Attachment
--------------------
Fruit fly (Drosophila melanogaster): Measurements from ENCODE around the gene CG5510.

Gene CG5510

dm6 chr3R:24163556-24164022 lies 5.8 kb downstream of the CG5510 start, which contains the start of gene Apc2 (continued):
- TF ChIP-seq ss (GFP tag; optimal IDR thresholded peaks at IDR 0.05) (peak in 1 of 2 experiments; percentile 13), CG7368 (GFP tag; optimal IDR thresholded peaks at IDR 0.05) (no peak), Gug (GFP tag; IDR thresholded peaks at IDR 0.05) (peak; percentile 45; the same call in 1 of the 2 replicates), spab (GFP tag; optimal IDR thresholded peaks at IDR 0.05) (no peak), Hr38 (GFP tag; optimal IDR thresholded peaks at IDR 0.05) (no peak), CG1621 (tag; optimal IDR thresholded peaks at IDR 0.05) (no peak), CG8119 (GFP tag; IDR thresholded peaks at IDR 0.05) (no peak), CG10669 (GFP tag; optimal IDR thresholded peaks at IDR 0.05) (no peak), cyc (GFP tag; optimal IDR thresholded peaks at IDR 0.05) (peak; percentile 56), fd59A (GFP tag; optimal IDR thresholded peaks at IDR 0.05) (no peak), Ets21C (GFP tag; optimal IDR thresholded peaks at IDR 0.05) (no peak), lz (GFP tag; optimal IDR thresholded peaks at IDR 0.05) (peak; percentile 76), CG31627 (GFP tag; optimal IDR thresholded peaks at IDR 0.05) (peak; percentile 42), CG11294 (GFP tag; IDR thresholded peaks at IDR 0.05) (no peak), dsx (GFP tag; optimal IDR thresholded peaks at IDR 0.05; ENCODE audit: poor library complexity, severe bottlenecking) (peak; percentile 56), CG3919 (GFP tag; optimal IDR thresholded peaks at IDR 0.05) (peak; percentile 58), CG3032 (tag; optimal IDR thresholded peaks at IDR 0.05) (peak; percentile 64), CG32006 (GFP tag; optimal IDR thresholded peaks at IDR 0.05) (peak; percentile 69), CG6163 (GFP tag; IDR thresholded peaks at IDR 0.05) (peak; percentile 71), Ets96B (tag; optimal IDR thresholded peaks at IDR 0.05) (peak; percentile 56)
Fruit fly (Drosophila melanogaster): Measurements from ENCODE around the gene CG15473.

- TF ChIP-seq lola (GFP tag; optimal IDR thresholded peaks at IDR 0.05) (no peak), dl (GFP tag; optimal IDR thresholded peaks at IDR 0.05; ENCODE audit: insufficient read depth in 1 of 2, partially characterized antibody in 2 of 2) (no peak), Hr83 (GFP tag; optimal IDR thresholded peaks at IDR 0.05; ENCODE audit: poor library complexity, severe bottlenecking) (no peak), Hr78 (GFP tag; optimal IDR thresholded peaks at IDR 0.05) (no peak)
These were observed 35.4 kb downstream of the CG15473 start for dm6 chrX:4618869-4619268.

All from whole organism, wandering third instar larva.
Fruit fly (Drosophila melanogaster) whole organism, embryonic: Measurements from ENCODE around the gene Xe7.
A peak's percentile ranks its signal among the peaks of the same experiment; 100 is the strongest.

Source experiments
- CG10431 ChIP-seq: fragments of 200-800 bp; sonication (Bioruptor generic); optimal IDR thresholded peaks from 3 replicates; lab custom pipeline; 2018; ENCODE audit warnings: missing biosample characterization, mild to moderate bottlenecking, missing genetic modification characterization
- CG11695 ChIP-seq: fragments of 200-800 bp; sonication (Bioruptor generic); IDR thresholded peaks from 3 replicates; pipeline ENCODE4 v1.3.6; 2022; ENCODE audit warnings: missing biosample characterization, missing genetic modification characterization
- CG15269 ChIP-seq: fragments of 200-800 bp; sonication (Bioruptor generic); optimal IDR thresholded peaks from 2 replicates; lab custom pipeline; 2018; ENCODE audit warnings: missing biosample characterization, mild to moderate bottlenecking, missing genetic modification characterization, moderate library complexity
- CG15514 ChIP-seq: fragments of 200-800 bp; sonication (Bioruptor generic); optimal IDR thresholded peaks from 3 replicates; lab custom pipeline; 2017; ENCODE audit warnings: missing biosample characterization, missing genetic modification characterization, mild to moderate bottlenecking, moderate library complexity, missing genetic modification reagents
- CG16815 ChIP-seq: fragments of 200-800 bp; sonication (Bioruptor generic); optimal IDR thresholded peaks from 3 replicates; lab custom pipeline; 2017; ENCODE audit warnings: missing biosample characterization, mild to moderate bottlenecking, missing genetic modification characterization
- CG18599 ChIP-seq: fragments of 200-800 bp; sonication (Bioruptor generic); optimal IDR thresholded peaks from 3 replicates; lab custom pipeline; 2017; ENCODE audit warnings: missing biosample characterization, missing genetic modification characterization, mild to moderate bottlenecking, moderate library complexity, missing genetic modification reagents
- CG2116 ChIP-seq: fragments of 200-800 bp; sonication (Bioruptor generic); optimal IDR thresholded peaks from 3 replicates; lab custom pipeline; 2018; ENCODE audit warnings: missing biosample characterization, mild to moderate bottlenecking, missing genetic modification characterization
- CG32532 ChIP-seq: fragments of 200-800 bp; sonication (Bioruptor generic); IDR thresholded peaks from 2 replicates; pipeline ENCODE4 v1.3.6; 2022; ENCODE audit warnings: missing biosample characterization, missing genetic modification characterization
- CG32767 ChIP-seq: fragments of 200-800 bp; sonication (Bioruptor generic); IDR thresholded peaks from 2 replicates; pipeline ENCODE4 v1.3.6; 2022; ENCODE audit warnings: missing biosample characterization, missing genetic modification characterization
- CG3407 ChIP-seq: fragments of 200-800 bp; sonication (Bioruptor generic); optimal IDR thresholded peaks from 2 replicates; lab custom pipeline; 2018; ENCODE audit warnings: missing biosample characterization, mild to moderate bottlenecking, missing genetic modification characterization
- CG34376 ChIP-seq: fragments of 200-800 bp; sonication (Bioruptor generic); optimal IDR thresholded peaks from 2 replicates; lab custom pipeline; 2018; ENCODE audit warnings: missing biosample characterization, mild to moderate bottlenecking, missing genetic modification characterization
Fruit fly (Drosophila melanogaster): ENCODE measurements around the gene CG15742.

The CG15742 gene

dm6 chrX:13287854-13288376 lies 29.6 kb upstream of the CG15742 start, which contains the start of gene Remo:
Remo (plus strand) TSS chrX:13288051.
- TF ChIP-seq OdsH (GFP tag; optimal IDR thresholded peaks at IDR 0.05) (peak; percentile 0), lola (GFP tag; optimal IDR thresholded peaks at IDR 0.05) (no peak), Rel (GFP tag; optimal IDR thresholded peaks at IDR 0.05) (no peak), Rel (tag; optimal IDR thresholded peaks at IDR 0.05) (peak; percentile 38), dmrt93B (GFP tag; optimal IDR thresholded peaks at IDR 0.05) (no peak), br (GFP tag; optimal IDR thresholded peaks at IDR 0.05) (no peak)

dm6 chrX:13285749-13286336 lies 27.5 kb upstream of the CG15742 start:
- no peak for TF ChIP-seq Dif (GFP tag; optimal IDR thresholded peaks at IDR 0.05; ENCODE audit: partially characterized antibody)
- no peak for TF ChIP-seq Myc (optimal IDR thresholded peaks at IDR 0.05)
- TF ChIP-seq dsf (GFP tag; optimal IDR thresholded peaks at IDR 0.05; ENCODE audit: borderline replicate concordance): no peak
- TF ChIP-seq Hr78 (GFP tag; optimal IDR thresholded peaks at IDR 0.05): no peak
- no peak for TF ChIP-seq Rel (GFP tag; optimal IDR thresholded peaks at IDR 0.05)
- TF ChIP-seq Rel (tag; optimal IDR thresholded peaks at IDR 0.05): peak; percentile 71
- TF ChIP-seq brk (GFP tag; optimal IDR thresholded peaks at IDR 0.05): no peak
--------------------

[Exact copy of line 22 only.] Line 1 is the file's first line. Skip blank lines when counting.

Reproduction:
- CG34376 ChIP-seq: fragments of 200-800 bp; sonication (Bioruptor generic); optimal IDR thresholded peaks from 2 replicates; lab custom pipeline; 2018; ENCODE audit warnings: missing biosample characterization, mild to moderate bottlenecking, missing genetic modification characterization